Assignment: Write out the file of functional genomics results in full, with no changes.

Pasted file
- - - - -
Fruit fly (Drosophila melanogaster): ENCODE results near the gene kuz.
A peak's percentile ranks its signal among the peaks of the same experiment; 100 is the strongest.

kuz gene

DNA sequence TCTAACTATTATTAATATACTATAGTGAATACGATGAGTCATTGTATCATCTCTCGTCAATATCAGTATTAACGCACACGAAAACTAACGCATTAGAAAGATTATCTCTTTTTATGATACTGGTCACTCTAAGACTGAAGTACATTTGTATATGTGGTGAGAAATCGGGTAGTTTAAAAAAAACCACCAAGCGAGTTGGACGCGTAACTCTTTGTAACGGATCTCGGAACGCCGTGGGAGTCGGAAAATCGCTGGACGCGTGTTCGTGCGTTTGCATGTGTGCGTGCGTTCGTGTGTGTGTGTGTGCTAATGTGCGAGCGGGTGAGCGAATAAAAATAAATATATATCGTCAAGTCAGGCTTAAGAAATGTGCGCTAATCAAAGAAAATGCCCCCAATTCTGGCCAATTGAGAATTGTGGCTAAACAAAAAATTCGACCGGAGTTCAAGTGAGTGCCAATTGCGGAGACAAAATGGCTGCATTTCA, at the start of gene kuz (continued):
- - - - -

Fruit fly (Drosophila melanogaster): ENCODE results near the gene kuz.
A peak's percentile ranks its signal among the peaks of the same experiment; 100 is the strongest.

kuz gene

DNA sequence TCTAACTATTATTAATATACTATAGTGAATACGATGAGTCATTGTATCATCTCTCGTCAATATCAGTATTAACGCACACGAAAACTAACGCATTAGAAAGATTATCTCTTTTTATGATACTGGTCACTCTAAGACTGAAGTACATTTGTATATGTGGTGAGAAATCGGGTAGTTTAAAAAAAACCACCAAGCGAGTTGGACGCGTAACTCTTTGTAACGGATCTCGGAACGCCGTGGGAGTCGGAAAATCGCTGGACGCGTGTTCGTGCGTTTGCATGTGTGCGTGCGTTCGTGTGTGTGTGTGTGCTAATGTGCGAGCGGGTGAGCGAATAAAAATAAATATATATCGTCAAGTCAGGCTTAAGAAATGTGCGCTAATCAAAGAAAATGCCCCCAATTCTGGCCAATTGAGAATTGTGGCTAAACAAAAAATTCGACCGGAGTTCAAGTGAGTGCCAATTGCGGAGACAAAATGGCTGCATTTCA, at the start of gene kuz (continued):